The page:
Names of Douglas County teachers who rallied against school board members might be publicly released

Hart Van Denburg/CPR News
Supporters of Douglas County Schools Superintendent Corey Wise rally in front of the department’s headquarters in Castle Rock on Thursday, Feb. 3, 2022. Wise’s supporters say he is being forced out of his job by a new conservative majority on the board accused of meeting in secret to make the move, which they say is a violation of the Colorado’s open meetings laws.

The names of some Douglas County teachers who attended a rally to protest actions by the school board majority may be released publicly soon, and they say the prospect terrifies them.

“There's a sense of fear especially for teachers who have kids in the district and who live in the district,” said one teacher who didn’t give her name because she fears retaliation. “A fear of community harassment and intimidation.”

She said many teachers felt OK going to the rally because of “safety in numbers, it was a collective,” noting that many Douglas County teachers aren’t members of a union. 

“And so all of a sudden having this individual naming names, it takes it from being this collective stance to like a very individual one. And I think that scares a lot of people.”  

Douglas County school board controversy: A timeline of what led to the firing of the superintendent

The district notified staff members Tuesday that someone requested information about all employees who requested to be absent from work on Feb. 3, the day of the protest. That individual requested the information, including emails, absence request forms, paid time off requests and related correspondence, under the Colorado Open Records Act. It told staff that it intends to respond to the request — not necessarily release the information — by the close of today’s business day.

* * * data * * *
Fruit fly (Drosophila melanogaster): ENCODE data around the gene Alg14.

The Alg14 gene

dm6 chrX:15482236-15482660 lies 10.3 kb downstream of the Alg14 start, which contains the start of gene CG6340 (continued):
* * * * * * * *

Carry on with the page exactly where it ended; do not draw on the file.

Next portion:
More than 1,500 teachers requested absences before the school board voted to fire Corey Wise, formerly the district’s superintendent, and earlier voted for a resolution requesting that the district’s equity policy reflect new principles.

The Douglas County teacher said there is also anger among teachers about why the district is not fighting the request to release names.

“Like what priority are we for the board, for the district?”

She said she attended the rally because she believes that all students should have the same opportunities as others and that everyone should have a voice. 

“We try to keep politics out of the classroom. And I think when parents are saying, ‘Oh, you weren't at school, you don't care about my kids.’ I care about your kids, which is why I went,” she said. “Your kids deserve a good school district. Your kids deserve great graduation rates. Your kids deserve everything.”

Douglas County school district does not have a collective bargaining agreement with the local teacher’s union, Douglas County Federation.